Australia is heading for a vaccine milestone on Tuesday, as the government secures supplies of promising new coronavirus treatments.
The latest national vaccine data points to the 80 per cent first-dose threshold being broken on Tuesday or Wednesday, with the current full-dose rate of 56.9 per cent tracking towards 80 per cent within five weeks.
- Remember, the 80 per cent figure refers only to people over 16. As Alan Kohler explains as he questions the spin, that’s different to how other countries report vaccine data.
It comes as the Morrison government closes a deal for 300,000 courses of an antiviral pill showing promising signs of slashing COVID-19 deaths and hospitalisations.
Molnupiravir is still being trialled in the US and is yet to gain regulatory authorisation.
But an agreement has been reached with pharmaceutical company Merck Sharp and Dohme to supply 300,000 courses should the pill be given the green light by Australia’s medicines regulator.
It could be made available as early as the first quarter of 2022.
Prime Minister Scott Morrison said the drug would join other COVID-19 treatments including sotrovimab and remdesivir already available in Australia.
In August, the Therapeutic Goods Administration gave the Molnupiravir pill “provisional determination” – the first step to apply to register the pill for use in Australia.
As reported in the TND Starter on Saturday, trials by Merck and its partner Ridgeback Biothreapeutics showed molnupiravir reduced hospitalisations and deaths by around 50 per cent.
During a study of 775 patients who had COVID, none who were taking the medication died versus eight deaths in the placebo group.
The medication – which was originally developed to treat influenza – acts by targeting an enzyme that the virus uses to replicate itself, thus limiting COVID’s spread in the body.
Australia has also received 15,000 additional doses of sotrovimab, an antibody treatment used to stop the virus replicating.
The national stockpile of the drug, administered by intravenous infusion within five days of patients developing symptoms, is expected to exceed 30,000 doses this year.
It has been shown to reduce hospitalisation or death in patients with mild or moderate infections and who are at high risk of severe illness.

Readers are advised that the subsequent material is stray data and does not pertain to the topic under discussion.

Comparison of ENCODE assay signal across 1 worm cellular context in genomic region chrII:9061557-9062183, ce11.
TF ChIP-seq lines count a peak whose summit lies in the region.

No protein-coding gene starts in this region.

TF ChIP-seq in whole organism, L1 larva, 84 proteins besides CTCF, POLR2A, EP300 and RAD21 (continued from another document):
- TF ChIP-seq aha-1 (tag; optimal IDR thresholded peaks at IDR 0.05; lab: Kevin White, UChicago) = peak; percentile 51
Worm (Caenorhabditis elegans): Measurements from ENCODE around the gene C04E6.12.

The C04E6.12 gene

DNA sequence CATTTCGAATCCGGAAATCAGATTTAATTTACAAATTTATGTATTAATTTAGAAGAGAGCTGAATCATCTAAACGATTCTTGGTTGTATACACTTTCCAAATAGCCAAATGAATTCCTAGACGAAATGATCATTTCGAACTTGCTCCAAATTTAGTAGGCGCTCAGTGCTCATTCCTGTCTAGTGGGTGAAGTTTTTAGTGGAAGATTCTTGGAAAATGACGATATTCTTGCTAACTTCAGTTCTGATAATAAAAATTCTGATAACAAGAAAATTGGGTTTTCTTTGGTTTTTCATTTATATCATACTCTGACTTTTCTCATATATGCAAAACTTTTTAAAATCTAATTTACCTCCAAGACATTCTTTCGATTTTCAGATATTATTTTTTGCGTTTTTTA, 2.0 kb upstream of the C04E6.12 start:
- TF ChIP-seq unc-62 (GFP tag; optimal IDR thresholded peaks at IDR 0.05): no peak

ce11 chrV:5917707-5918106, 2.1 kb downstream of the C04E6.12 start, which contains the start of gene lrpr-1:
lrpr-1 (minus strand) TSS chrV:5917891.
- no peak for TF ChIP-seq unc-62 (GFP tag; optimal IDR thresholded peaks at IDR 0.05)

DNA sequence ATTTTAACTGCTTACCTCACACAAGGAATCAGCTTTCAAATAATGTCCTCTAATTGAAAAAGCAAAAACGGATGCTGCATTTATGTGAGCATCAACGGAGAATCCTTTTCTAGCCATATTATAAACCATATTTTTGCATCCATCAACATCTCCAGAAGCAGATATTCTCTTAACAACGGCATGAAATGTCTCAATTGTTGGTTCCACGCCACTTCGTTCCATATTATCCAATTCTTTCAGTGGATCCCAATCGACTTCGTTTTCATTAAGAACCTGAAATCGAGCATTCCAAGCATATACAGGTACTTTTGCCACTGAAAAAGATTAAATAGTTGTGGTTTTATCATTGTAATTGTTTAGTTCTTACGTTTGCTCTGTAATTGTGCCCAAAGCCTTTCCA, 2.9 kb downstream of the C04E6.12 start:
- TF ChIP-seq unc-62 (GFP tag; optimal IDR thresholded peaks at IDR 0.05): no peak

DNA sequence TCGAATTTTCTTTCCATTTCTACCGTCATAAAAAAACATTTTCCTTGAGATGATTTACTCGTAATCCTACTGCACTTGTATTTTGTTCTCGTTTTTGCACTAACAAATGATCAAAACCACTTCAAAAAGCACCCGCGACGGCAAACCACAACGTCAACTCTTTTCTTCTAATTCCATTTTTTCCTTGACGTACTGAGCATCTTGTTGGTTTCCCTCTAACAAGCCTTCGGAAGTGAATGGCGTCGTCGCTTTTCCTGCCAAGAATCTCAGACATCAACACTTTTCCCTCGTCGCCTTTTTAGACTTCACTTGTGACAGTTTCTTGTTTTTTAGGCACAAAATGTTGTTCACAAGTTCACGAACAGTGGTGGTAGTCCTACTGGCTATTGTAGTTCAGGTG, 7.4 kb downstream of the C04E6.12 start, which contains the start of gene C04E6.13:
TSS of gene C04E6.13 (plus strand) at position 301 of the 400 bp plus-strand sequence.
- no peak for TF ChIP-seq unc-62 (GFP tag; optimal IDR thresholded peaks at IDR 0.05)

Here’s all the other coronavirus news updates on Tuesday morning.
The Victorian government has decided contact tracers will no longer spend their time looking for casual contacts of known cases, in a bid to relieve the stress on health teams in the world’s most locked-down city.
‘Tier 2’ sites will also no longer be published on the government’s list of exposure locations.
It’s not the first state to make this change, with NSW not publishing any Sydney exposure sites for months. The ACT also plans to discontinue publishing exposure sites.
On Tuesday, tradies are getting back on the tools as a pause on construction is lifted across Melbourne and other locked down areas.
They can return to work sites as long as they meet strict safeguards and have at least had their first coronavirus vaccination.
The industry-wide mandate, and other restrictions brought in to curb transmission, sparked a protest outside the construction union’s Melbourne headquarters on September 20, the day the state government announced the sector would down tools for a fortnight-long reset.
Chief Health Officer Brett Sutton said tens of thousands of construction workers had since come forward to meet the first-dose requirement, but could not say what proportion of the industry is now vaccinated.
He said the building industry was ready for Tuesday’s restart, having learned a “hard lesson” and reflected on compliance issues with masks and tearooms.
Fears remain, however, that days-long protests held outside the Construction, Forestry, Mining and Energy Union (CFMEU) construction union have been superspreader events.
On Monday, Victoria reported 1377 new local cases – the fifth day in a row of four-figure infections – and four deaths, taking the toll for the current outbreak to 53.